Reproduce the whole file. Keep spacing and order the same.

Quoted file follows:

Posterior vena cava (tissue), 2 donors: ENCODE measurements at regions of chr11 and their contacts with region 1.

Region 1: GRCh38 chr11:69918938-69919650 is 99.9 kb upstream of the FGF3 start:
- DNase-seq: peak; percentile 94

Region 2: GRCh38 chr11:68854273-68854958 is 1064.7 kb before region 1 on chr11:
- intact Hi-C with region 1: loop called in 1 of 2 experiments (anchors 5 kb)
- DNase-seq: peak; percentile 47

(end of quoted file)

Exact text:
Posterior vena cava (tissue), 2 donors: ENCODE measurements at regions of chr11 and their contacts with region 1.

Region 1: GRCh38 chr11:69918938-69919650 is 99.9 kb upstream of the FGF3 start:
- DNase-seq: peak; percentile 94

Region 2: GRCh38 chr11:68854273-68854958 is 1064.7 kb before region 1 on chr11:
- intact Hi-C with region 1: loop called in 1 of 2 experiments (anchors 5 kb)
- DNase-seq: peak; percentile 47